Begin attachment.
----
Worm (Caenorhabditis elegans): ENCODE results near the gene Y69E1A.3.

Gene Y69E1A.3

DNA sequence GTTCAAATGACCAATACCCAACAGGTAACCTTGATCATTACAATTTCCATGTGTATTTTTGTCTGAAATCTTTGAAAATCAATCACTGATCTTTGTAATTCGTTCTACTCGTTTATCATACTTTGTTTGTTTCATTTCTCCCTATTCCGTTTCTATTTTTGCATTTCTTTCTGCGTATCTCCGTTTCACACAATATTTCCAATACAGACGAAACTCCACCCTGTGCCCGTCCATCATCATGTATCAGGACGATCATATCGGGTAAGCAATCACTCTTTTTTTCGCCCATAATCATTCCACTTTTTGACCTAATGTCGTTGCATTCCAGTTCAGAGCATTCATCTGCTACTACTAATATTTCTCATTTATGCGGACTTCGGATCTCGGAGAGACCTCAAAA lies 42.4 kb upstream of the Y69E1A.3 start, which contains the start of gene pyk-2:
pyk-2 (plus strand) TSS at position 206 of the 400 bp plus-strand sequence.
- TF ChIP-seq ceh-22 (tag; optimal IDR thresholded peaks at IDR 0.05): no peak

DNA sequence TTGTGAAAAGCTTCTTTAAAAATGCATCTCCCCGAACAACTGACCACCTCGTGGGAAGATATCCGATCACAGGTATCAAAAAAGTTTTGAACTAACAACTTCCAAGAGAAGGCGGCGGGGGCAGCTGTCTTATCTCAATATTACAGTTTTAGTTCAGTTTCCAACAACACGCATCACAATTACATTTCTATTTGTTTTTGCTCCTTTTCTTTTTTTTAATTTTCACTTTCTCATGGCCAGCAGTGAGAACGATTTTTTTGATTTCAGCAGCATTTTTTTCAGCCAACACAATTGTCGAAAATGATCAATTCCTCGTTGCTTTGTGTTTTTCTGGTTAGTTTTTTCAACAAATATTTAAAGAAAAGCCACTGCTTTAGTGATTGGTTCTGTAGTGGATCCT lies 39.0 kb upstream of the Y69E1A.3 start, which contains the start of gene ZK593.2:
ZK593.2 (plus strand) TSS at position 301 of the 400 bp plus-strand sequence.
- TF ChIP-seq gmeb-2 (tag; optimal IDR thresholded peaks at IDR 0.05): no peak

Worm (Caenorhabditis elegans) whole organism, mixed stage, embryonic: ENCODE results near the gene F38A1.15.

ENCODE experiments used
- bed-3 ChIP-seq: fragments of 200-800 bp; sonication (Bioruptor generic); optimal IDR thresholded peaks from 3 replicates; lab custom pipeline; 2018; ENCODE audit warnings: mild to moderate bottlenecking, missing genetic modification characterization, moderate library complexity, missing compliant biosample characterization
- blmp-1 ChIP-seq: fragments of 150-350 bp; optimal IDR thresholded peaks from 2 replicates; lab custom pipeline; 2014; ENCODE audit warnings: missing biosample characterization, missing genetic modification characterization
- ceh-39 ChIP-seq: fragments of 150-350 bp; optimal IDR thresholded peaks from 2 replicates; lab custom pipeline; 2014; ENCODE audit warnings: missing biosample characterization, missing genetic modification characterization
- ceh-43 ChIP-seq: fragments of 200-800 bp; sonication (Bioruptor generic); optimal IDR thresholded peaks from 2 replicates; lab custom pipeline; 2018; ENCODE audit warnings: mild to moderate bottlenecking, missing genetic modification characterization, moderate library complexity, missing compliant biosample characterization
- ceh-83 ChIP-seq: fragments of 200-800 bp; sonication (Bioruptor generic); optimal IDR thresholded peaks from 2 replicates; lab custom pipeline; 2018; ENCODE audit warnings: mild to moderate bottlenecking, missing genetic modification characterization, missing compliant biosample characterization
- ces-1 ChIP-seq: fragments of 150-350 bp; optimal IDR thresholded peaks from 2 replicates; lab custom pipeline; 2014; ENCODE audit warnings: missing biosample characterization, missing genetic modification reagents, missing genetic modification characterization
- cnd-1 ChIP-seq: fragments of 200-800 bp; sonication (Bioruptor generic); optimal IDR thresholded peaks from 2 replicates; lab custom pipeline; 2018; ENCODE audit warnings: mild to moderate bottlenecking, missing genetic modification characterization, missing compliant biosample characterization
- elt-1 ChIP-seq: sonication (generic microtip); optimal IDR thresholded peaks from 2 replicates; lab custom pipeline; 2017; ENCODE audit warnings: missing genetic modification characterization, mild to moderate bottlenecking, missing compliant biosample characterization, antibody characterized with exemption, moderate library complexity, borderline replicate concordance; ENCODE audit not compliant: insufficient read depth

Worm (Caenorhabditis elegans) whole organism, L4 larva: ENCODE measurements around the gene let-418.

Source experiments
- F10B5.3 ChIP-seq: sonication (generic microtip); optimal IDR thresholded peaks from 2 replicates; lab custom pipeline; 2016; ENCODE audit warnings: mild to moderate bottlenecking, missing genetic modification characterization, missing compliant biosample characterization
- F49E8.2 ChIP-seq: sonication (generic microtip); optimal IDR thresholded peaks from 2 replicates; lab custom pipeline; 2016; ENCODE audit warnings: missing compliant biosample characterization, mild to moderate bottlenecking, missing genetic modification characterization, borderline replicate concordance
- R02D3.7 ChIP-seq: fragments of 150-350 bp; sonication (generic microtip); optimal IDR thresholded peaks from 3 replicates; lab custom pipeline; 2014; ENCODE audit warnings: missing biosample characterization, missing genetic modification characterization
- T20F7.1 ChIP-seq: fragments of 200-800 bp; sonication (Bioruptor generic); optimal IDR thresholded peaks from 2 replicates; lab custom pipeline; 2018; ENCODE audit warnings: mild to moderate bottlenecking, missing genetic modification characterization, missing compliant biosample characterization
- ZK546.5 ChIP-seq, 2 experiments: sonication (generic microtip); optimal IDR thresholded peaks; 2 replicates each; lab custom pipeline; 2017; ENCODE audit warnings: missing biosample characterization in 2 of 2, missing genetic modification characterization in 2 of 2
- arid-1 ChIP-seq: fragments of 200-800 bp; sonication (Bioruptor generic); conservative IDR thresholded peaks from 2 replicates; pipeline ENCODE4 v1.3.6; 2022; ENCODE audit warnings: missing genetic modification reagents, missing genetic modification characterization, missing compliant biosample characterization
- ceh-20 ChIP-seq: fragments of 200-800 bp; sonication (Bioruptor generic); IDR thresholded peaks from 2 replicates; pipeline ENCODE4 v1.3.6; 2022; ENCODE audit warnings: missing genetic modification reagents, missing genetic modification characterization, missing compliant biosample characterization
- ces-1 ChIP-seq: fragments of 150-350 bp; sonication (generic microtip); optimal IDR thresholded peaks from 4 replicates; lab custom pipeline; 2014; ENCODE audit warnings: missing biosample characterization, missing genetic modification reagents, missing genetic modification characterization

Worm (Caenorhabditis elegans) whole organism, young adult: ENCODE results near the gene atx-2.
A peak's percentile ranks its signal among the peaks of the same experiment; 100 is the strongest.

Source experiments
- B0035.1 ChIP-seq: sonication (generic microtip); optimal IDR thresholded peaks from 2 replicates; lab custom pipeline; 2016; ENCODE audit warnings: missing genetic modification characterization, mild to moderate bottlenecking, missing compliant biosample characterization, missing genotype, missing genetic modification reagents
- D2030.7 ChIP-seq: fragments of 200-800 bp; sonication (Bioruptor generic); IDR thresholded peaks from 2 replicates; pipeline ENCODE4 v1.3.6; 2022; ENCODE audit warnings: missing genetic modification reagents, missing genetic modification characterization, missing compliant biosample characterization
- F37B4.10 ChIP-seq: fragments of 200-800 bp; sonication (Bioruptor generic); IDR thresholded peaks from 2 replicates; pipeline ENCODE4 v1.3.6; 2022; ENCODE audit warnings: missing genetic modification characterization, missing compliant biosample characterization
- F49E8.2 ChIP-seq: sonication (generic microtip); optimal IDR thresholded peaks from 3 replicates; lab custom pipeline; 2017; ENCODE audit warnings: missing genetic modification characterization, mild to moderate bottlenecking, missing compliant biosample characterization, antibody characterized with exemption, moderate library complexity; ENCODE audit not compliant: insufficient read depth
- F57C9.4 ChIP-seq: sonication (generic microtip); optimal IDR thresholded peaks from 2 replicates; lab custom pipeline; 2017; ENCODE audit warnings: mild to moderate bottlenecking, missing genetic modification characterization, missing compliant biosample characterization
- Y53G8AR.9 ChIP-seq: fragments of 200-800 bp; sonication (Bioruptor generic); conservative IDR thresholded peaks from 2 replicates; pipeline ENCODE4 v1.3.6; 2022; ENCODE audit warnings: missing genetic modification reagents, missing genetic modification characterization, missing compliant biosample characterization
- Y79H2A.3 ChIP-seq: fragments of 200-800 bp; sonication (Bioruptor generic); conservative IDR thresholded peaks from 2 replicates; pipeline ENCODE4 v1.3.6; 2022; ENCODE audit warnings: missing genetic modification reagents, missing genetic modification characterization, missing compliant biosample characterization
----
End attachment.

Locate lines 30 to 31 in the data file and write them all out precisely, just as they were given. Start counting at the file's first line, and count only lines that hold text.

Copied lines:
A peak's percentile ranks its signal among the peaks of the same experiment; 100 is the strongest.

Source experiments